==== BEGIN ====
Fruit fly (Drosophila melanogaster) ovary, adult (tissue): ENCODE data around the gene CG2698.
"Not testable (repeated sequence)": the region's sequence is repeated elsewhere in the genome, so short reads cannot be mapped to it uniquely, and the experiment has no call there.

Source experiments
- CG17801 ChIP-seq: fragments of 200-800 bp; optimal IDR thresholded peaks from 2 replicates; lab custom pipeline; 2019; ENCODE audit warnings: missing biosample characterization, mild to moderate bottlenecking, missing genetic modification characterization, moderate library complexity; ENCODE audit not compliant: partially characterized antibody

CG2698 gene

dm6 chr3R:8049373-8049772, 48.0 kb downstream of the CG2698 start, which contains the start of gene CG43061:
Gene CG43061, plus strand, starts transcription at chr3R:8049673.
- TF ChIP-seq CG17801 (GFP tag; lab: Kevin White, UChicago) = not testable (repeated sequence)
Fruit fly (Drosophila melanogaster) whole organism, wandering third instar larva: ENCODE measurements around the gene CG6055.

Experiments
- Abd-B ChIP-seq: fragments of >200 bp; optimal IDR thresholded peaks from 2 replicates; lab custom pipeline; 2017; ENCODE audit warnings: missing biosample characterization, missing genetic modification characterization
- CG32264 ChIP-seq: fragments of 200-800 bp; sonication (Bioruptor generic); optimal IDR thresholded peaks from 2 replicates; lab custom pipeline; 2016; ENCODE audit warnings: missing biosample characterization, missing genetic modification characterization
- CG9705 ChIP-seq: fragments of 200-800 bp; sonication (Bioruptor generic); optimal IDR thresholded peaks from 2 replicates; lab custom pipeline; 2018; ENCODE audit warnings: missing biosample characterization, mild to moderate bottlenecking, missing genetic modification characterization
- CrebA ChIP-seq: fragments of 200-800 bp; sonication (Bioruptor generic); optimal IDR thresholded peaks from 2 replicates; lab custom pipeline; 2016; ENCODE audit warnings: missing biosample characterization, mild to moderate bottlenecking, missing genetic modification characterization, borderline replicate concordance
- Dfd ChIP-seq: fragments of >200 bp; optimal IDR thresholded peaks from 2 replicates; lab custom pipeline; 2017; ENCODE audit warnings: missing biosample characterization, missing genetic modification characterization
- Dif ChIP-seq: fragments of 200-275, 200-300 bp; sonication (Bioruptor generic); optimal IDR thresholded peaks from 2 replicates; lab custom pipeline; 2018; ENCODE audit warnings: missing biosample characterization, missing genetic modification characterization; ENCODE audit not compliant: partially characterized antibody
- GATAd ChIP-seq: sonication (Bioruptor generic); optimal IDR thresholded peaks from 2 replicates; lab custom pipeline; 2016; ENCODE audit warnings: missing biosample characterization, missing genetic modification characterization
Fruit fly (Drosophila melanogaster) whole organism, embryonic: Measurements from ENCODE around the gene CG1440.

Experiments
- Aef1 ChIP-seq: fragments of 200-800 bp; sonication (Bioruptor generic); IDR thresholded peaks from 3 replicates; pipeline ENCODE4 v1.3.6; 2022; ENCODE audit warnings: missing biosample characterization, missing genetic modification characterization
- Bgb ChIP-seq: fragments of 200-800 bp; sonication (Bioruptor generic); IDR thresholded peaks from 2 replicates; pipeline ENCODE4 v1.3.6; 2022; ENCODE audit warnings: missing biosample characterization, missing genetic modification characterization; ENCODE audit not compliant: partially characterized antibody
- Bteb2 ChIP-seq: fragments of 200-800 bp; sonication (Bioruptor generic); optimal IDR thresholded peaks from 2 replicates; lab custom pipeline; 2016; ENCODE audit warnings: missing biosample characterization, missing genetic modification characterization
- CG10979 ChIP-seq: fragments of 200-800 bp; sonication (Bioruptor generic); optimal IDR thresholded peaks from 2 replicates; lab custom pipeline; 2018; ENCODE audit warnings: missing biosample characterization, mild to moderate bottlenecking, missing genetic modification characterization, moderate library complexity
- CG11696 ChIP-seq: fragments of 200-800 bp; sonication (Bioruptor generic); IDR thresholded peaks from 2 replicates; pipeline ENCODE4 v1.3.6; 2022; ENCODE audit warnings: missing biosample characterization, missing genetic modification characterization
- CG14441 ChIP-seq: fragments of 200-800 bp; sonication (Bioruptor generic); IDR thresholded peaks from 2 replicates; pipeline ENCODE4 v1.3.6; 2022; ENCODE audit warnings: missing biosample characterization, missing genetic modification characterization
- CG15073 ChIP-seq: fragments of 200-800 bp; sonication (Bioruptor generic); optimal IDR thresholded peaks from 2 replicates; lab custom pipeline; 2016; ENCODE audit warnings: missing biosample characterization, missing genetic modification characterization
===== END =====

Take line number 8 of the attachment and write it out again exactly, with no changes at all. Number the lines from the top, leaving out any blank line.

- TF ChIP-seq CG17801 (GFP tag; lab: Kevin White, UChicago) = not testable (repeated sequence)